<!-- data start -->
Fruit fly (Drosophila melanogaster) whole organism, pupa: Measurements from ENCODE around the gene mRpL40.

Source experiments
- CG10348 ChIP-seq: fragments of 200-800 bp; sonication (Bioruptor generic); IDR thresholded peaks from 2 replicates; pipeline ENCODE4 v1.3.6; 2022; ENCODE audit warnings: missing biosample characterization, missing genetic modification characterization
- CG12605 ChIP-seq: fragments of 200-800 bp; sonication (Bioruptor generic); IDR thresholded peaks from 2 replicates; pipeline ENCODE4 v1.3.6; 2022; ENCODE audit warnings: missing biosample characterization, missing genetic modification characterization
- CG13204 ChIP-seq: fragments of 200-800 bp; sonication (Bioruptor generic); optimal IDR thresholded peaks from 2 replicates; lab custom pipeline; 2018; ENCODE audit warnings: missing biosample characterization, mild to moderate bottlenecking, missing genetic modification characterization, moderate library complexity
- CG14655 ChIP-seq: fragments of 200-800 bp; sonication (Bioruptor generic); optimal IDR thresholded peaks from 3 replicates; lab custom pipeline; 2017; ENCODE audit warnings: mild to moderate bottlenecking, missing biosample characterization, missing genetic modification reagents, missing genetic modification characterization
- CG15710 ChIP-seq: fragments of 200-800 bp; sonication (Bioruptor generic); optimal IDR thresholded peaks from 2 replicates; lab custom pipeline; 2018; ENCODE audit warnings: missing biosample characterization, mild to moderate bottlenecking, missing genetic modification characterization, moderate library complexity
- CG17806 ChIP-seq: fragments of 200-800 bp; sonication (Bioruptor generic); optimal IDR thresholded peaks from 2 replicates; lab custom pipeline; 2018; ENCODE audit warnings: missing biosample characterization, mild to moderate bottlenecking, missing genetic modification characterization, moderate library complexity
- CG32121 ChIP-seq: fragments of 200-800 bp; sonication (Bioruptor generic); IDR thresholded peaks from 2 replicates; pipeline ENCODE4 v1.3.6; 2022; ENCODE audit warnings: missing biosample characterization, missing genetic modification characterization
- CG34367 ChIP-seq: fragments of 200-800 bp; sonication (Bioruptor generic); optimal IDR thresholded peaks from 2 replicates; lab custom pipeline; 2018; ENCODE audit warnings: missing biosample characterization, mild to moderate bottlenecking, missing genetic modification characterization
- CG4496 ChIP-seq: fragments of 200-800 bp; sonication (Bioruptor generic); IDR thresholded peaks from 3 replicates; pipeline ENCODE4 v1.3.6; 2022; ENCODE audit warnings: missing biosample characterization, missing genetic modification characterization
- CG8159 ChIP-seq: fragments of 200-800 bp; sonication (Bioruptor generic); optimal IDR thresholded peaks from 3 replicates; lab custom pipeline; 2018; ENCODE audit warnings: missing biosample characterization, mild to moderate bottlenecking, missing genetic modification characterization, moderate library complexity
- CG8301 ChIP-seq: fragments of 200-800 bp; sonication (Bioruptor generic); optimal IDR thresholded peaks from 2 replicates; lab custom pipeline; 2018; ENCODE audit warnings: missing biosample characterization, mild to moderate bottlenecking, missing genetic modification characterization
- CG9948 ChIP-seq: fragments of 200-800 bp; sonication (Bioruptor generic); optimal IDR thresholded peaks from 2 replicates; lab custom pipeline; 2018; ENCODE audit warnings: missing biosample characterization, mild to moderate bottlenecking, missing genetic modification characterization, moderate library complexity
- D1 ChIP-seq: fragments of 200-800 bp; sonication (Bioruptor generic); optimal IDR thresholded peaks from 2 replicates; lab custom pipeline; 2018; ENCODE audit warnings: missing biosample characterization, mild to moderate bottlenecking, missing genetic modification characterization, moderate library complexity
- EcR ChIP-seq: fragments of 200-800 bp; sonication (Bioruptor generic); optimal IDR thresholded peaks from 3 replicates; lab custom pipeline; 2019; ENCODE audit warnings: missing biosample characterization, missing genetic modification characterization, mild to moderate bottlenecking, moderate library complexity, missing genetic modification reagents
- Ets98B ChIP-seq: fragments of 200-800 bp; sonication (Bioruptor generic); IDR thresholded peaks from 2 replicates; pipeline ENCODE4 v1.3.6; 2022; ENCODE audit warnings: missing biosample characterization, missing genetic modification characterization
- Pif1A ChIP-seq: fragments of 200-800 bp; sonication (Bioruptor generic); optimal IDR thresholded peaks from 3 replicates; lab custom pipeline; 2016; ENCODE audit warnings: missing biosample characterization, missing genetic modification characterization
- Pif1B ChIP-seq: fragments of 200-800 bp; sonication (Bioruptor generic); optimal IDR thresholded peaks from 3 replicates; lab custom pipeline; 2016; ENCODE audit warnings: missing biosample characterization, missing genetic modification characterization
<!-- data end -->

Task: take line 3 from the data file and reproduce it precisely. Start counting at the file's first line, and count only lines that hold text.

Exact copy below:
- CG10348 ChIP-seq: fragments of 200-800 bp; sonication (Bioruptor generic); IDR thresholded peaks from 2 replicates; pipeline ENCODE4 v1.3.6; 2022; ENCODE audit warnings: missing biosample characterization, missing genetic modification characterization